If you build a business on user-generated restaurant reviews, you’re going to spend a lot of time developing new ways to limit posts by shills and scammers. On Monday, Yelp laid out the latest step in its battle to keep its pages at least somewhat credible: a new round of “Consumer Alerts” that warn readers away from listings that seem suspiciously sunny.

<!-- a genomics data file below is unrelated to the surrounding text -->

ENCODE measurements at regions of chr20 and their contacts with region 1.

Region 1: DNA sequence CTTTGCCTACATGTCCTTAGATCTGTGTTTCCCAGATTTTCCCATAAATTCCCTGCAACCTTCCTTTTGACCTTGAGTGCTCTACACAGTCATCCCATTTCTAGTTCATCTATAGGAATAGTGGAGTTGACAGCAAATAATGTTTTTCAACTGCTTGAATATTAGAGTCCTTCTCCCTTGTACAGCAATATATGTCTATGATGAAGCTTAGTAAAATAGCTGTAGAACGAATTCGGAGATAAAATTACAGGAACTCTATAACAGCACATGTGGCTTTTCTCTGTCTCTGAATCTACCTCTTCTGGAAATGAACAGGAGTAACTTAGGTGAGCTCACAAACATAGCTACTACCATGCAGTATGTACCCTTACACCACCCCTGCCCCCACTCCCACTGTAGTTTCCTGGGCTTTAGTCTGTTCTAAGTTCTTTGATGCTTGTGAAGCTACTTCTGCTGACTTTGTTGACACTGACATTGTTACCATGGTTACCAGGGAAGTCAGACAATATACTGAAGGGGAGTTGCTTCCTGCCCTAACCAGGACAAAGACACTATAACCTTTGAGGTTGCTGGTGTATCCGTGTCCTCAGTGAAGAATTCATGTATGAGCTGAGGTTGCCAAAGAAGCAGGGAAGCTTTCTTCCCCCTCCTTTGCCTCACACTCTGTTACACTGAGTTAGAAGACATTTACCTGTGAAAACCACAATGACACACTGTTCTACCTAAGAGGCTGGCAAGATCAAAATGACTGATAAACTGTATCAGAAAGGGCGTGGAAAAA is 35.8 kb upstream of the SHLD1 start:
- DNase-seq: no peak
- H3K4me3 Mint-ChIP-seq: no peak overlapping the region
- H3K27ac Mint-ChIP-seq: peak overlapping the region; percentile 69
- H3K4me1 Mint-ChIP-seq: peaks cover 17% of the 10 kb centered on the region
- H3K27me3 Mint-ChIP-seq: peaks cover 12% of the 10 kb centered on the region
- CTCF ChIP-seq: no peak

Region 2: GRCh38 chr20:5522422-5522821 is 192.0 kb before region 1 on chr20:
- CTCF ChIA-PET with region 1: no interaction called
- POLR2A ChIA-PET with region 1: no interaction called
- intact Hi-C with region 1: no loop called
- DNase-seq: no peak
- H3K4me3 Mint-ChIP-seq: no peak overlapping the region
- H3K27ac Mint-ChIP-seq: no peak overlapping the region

Last October, Yelp flagged the pages of a handful of businesses it caught soliciting positive reviews on such sites as Craigslist and Freelancer. Since then, the company has started busting restaurants that trade discounts for positive reviews and watching for IP addresses that generate tons of glowing feedback. If Yelp concludes that a restaurant is playing dirty, it adorns the offender’s page with a scarlet letter of sorts. Eateries that scrub their listings and work themselves back into Yelp’s good graces can get the alert taken down after 90 days.